Stage and screen, theater and gallery attract '01s

by Sabrina Peric | 6/10/01 5:00am

Usually, it isn't the salary that attracts students to jobs in arts-related fields. For graduates going into the arts, it is the love of their discipline that pushes them to go forward.

Andy Hoey '01, who is double majoring in drama modified with film and history, plans to study at the Royal Academy of the Dramatic Arts in London before moving to New York City to "try his hand" at auditioning.

"To be honest, I'm pretty freaked out ... but I know that I'll regret it if I don't at least give it a shot," Hoey said.

Active in several departments, Hoey has performed in a number of drama productions -- most recently in "Art" -- and had his movie, "The Runner," screened at the Dartmouth Student Film Festival.

"My most valuable theater experience was 'Sheep's Milk on the Boil,'" he said. "Because the play was set in a totally different mythological universe, it allowed me a freedom of expression that I hadn't previously experienced because I wasn't worried about doing the 'wrong thing.'"

"I grew a lot as a person," Hoey said of his arts experience, particularly after having the opportunity to intern with the Jim Henson Company.

Laura Stuart '01 never questioned her involvement in the arts. What plagued her was to what extent she would be involved in the pursuit of her musical dreams.

A music and romance languages double major, Stuart directed a children's choir for the Handel Society and twice participated in Opera North's summer apprenticeship program.

Stuart counts playing the role of Morgana in last year's production of the Handel opera "Alcina" as one of her most valuable arts experiences at Dartmouth.

"In short, my feelings about going into the arts on a professional level are optimistic and realistic at the same time," Stuart said. "I'm not expecting that I'll be a star right away -- or ever, for that matter. But stardom doesn't necessarily have to be the point."

Stuart will be attending the New England Conservatory in Boston next year to study opera. "To make music is and will continue to be the joy of my life," Stuart affirmed.

"I think I love art, especially music, because it is so involved with emotions," Sarah Craft '01, also a vocal performer at Dartmouth, said. "It is created from emotions and it inspires or produces emotions."

Craft recently produced "La Serva Padrona," an Italian opera in which she co-starred with Brian Jacobs '02, in Collis Commonground.

She sang with the Dodecaphonics a capella group and has had the opportunity to meet and work with visiting artists, including Yo-Yo Ma and the Brazilian group Uakti.

"I know going into the arts will not likely be an easy path," this Italian modified with music major said, "but I couldn't be happy doing anything else."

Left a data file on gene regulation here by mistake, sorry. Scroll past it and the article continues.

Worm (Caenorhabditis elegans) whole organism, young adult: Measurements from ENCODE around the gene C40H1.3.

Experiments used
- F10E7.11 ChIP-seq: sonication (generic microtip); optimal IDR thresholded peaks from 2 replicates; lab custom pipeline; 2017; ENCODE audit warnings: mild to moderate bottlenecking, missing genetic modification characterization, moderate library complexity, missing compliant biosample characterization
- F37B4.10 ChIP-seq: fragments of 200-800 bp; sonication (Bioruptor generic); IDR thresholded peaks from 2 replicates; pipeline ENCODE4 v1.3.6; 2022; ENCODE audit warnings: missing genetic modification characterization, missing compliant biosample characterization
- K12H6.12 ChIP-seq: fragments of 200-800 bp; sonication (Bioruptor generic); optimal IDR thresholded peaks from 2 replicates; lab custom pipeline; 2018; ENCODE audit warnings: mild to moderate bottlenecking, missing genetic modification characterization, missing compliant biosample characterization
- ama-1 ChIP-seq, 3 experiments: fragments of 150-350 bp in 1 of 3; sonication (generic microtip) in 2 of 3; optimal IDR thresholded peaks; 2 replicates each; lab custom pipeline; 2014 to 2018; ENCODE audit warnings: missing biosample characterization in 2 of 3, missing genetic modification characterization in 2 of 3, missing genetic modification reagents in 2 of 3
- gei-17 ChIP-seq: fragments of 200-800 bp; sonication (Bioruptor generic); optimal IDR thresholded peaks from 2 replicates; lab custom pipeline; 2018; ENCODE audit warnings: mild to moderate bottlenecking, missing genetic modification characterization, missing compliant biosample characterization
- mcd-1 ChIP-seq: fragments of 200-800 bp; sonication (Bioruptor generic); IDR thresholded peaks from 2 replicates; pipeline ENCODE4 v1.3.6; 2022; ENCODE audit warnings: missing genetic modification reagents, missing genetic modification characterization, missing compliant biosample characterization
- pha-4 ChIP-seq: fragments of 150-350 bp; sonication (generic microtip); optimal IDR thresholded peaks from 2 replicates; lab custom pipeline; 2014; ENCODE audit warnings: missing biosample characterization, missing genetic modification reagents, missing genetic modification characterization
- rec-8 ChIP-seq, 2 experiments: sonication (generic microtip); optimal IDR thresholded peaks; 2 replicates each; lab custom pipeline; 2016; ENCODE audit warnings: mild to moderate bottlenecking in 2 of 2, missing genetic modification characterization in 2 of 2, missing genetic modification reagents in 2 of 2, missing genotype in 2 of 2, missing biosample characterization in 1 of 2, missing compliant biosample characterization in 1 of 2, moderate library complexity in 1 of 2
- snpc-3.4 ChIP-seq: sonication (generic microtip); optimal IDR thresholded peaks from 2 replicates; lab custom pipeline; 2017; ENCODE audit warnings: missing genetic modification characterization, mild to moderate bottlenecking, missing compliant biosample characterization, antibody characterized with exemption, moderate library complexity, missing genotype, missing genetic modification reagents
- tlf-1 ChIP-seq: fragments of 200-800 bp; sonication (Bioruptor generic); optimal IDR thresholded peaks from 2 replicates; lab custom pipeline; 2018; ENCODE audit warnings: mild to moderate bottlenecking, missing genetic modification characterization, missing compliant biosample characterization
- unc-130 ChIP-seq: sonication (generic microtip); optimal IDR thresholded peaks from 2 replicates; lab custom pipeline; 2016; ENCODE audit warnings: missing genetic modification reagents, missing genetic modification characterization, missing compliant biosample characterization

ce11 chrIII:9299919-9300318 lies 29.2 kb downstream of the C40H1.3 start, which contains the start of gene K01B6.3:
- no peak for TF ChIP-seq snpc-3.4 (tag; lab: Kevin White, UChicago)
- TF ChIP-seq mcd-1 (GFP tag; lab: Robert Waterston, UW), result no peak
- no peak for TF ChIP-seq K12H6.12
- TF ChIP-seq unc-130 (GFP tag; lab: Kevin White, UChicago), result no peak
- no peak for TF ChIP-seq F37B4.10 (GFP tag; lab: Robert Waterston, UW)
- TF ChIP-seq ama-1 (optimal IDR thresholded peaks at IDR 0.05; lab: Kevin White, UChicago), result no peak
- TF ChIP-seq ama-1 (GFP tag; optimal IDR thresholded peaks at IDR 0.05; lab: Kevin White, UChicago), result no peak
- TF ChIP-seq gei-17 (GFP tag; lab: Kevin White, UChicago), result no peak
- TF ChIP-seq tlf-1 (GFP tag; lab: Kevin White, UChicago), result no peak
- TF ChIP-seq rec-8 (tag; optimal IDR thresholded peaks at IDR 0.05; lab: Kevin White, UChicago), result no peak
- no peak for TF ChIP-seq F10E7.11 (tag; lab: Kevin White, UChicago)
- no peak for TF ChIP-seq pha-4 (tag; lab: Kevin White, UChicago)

While Craft plans on applying and auditioning for graduate school in vocal performance, she is taking this upcoming year off and working.

"I'm willing to risk being disappointed at times, not making much money," she said, "because I believe in doing what you love."

Like Craft and Stuart, studio art major Katherine Norton '01 is also planning on attending graduate school after Commencement. She will be pursuing her Masters of Fine Arts at the University of Pennsylvania this fall.

"I love being able to create tangible things," Norton said. "I feel like it's an extension of myself, and like the idea that I have the ability to create things that make the world a better place, merely by having people look and think about them."

Taking studio art classes was a defining factor of Norton's Dartmouth experience. Expanding her options, her interest in Asian religions drove her to pursue a religion major.

Eventually, Norton would like to settle down as a sculpture professor at a private university and try to also exhibit her work in galleries throughout the country.

Other students intend to maintain their artistic interests while pursuing another career.

Aaron Pearson '01 is one such example. Relocating to New York City next year, Pearson plans "to continue painting and get a job doing something that isn't arts related."

Pearson said he did not really make a choice choose to go into arts.

"[Art] is part of who I am and always has been. However, I did make decision to pursue painting here because it was the subject of study that I would get the most out of," he said.

During his time at Dartmouth, he visited the Hood Museum of Art at least twice a week and attended many exhibitions.

"The Studio Art Department Exhibitions ... are quite good and have brought some very nice shows to the Jaffe Friede Gallery in the Hop," Pearson stated.

Suzanne Wrubel '01 is expecting next year to be a very frightening time for her. The film studies and philosophy double major is planning to go back home to the West Coast to pursue her interest in screenwriting.

During her four years at the College, Wrubel was involved in producing, directing and writing at DTV as well as working as the music director for WDCR radio station.

In an interesting cross-discipline adventure, Wrubel designed the multimedia component for the drama department's "Small Craft Warnings," a culminating project in directing by Jim McNicholas '01 performed this past fall.

Though arts is "a lot more fun than molecular biology," Wrubel admitted that "it's pretty frightening because there really is no set path for arts people, but in a way, that's what makes the whole thing exciting and interesting."